In 2012, having published four books and won the Pulitzer Prize in Fiction, Jhumpa Lahiri moved to Rome. […]
By Bina Shah In researching my previous column on the work of Elena Ferrante, I read how certain […]
By Aminah Sheikh
Let’s get down to brass tacks. Why do you write?
My basic instinct is to write. Of course, a cause, money, adulation and fame are what writers write for but they can’t happen without the instinct. The vent that I need to articulate the deepest levels of my consciousness drives me to write. When not writing, I sing; I sing well.
Tell us about your most recent book or writing project. What were you trying to say or achieve with it?
My most recent book is Scattered Souls. It is a collection of 13 interlinked stories which makes it a novel as well. The connections between the stories have been determined by the interdependent diversity in suffering that run through disparate, scattered individuals as a thread, enabling each character a full role in relation to the other. But that is not how it was planned. It emerged while writing them.
The conflict situation in Kashmir is extraordinary. The stories try to evince what ordinary means to a people living (read suffering) in an extraordinary situation.
Describe your writing aesthetic.
Primarily, I’m fond of experimenting with diverse formats. I also like to punctuate the narration with real elements like a letter, an ad, a song, a poem, a list, a symbol and so on. I don’t like tight climax-plots but loose-ended plots to my stories with a multi-plot embedded throughout. I like a matter-of-fact, poetic, stream-of-consciousness, compact narration generally and above all. My stories would stand alone as well as converge, with certain elements, into each other. I am fond of nouns and verbs mostly, in verbing of nouns and adjectives as tiny metaphors. I don’t approve of fiction which is written only to explore the possibilities of language not ideas. I don’t like too much of aesthetic that fails to torture the language and holds it back from telling the latent truth.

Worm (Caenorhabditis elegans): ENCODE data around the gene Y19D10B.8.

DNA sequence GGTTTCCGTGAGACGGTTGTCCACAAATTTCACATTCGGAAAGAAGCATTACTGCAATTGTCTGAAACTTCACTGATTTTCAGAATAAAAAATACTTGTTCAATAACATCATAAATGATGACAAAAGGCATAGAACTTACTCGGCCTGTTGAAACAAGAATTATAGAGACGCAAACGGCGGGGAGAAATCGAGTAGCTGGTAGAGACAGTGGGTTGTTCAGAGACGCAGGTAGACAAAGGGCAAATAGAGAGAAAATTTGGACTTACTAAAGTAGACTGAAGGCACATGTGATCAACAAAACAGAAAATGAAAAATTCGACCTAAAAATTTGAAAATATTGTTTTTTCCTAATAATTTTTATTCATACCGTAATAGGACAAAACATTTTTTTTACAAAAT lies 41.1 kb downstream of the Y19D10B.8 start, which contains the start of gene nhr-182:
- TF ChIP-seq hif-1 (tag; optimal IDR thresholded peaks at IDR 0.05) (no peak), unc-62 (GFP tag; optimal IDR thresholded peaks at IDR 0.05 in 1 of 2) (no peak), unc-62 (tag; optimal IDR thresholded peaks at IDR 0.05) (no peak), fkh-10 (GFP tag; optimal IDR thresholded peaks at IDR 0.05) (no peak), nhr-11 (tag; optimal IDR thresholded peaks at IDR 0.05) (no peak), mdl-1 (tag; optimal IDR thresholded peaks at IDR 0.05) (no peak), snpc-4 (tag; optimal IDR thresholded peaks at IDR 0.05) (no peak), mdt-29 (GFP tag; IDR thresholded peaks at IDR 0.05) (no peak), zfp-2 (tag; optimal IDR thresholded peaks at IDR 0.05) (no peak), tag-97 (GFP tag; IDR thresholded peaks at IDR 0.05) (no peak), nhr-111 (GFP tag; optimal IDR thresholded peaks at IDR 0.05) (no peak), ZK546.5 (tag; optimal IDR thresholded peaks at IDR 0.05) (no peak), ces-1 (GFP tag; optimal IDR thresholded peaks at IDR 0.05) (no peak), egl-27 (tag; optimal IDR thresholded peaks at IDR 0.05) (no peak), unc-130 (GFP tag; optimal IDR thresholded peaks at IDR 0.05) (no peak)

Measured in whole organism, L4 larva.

Today is International Translation Day. Look at any bookshop bestseller shelf in the UK and you’ll see translated names […]
It was too good to last. But surely the most tantalising literary mystery of our time should have […]
by Chandra Ganguly
I read Elena Ferrante’s Days of Abandonment during my first visit to New York, which coincided with the massacre of twenty people in a café in Bangladesh. In the big city, I found myself adrift between the busyness of the city, the meaningless and brutality of the lives lost in Bangladesh and the surreal state of abandonment of Olga in this book. Nothing meant anything, I told myself, and I struggled to make sense in the three realms I crossed and inhabited — reading the book on the subway, catching snippets of news on the papers and television, and navigating the busy roads and people of this city. For me, Mario, the protagonist’s husband, began to represent the fallacies and illusions we hold about love and life that for Olga become nothing but figments of her imagination and her longings for meaning and safety. In this city, like her, I too grappled with the underlying sense of the danger in everything, “…there began to grow inside me a permanent sense of danger.” (p.27)
In the book, Mario abandons his wife and family for a younger woman. His wife in turn loses her hold on reality and on the meaning of herself and her life. But then is it not true for all of us, no matter where we are in our lives, that our lives are suffused by the meanings we give to it, to our relationships and our experiences and choices? Ferrante pushed me in this book — or perhaps was it only the timing of my reading — into questioning what I was seeing and thinking in New York, “Everything was so random. As a girl, I had fallen in love with Mario, but I could have fallen in love with anyone: a body to which we end up attributing who knows what meanings.” (p.74) Random — that is the word I kept thinking about when I read about the victims of the Bangladesh attacks. Friends who went out for dinner, business partners, a birthday party, a place to have a drink, a pregnant woman’s farewell — is life as random as the decisions we make and are our ends just as randomly decided and finalized for us? Again and again, in Ferrante’s descriptions of Mario and Olga’s relationship with him and her life after he leaves her, I saw my search for a meaning to the human state. “Nothing was solid, everything was slipping away . . . I didn’t know how to find answers to the question marks, every possible answer seemed absurd, I was lost in the where am I, in the what am I doing. I was mute beside the why.” (p.107)